The ECRI chart below shows the employment to population rates for those with at least a high school diploma and those without a high school diploma.
To be clear, the scales are different since education provides more job opportunities. The point this chart makes is the rate is improving for the least educated workers while it is barely up for those who have graduated high school. Sometimes charts make data look more impressive than it is. This chart is the reverse because the improvement in the least educated workers is dramatic. We previously discussed that low income wage growth is generally the best at the end of the business cycle.
The employment to population ratio for the least educated workers hit 44.5% which is the highest ever. That’s about a 6% improvement from the trough of the cycle. It is catching up to the rate for those who graduated high school which is 64.2%. To be clear, the percentage of workers who haven’t graduated high school has shrunken dramatically. Before the mid-1960s, over 50% of workers hadn’t graduated high school; now 10% of the population hasn’t graduated high school.
Wage Growth Signals Goldilocks
We want to see wage growth, but if it rises too quickly, this creates greater inflation in the overall economy which would force the Fed to raise rates in effect slowing the economy. This was a perfect report because year over year hourly wage growth was 2.7%, which is just right. It was up 0.3% month over month. The average work week was 34.5 hours which was down 0.1 from last month. The most important stat is weekly earnings because it combines hourly earnings and the length of the work week. Weekly wage growth was down from 3.34% in June to 2.99% in July. The June reading was one of the highest of this cycle thus still giving the Fed some room to stay on the current path of rate hikes, which means you should expect about 3 hikes by September 2019, according to consensus.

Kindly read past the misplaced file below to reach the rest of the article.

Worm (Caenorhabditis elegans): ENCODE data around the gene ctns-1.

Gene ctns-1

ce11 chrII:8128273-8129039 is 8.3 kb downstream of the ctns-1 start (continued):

The chart below ranks each industry by pay. Utilities pay the highest wages and leisure and hospitality pay the lowest wages.
Utilities jobs received the highest month over month wage growth which was 1.1%. The worst industry was wholesale trade which saw a 0.5% decline in month over month wages. Professional and business services added the most jobs at 51,000, being responsible for 30% of the job gains. Financial activities and other services both saw the largest private sector declines at -5,000.
This labor report was great for the stock market because there’s no reason to fear economic weakness nor is there reason to fear inflation. That’s an example of a Goldilocks report. The May and June reports added an average of 258,000 jobs; the labor market would have become much closer to being full if that level of job growth continued. Underlying numbers such as the U6 underemployment rate suggest the labor market is nearly full. The labor participation rate for prime age workers suggests there could be over 2 more years of job growth left before the labor market is full.